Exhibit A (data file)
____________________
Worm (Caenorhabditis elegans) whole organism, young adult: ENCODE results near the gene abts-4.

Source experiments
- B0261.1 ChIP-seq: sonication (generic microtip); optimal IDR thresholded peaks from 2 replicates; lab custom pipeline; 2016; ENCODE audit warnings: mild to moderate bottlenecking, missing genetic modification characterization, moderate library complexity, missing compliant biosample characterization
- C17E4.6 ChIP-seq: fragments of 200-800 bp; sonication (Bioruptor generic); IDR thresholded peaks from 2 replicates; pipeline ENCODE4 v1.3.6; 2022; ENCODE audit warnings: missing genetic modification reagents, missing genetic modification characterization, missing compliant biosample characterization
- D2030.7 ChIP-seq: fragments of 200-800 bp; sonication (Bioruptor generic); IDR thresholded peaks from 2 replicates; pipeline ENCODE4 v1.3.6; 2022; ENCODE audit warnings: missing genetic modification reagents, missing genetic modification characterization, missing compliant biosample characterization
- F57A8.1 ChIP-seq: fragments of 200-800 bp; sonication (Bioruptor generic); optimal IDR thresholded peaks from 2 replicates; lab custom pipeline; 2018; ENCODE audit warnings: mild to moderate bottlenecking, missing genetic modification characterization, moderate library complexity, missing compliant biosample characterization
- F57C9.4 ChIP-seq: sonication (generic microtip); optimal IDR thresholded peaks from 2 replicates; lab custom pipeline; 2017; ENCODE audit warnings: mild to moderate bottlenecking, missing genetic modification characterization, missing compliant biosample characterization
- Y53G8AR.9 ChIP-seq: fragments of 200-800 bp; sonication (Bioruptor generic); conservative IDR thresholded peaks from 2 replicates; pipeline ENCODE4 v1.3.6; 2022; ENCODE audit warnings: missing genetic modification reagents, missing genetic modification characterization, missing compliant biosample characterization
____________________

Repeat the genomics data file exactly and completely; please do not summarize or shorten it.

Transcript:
Worm (Caenorhabditis elegans) whole organism, young adult: ENCODE results near the gene abts-4.

Source experiments
- B0261.1 ChIP-seq: sonication (generic microtip); optimal IDR thresholded peaks from 2 replicates; lab custom pipeline; 2016; ENCODE audit warnings: mild to moderate bottlenecking, missing genetic modification characterization, moderate library complexity, missing compliant biosample characterization
- C17E4.6 ChIP-seq: fragments of 200-800 bp; sonication (Bioruptor generic); IDR thresholded peaks from 2 replicates; pipeline ENCODE4 v1.3.6; 2022; ENCODE audit warnings: missing genetic modification reagents, missing genetic modification characterization, missing compliant biosample characterization
- D2030.7 ChIP-seq: fragments of 200-800 bp; sonication (Bioruptor generic); IDR thresholded peaks from 2 replicates; pipeline ENCODE4 v1.3.6; 2022; ENCODE audit warnings: missing genetic modification reagents, missing genetic modification characterization, missing compliant biosample characterization
- F57A8.1 ChIP-seq: fragments of 200-800 bp; sonication (Bioruptor generic); optimal IDR thresholded peaks from 2 replicates; lab custom pipeline; 2018; ENCODE audit warnings: mild to moderate bottlenecking, missing genetic modification characterization, moderate library complexity, missing compliant biosample characterization
- F57C9.4 ChIP-seq: sonication (generic microtip); optimal IDR thresholded peaks from 2 replicates; lab custom pipeline; 2017; ENCODE audit warnings: mild to moderate bottlenecking, missing genetic modification characterization, missing compliant biosample characterization
- Y53G8AR.9 ChIP-seq: fragments of 200-800 bp; sonication (Bioruptor generic); conservative IDR thresholded peaks from 2 replicates; pipeline ENCODE4 v1.3.6; 2022; ENCODE audit warnings: missing genetic modification reagents, missing genetic modification characterization, missing compliant biosample characterization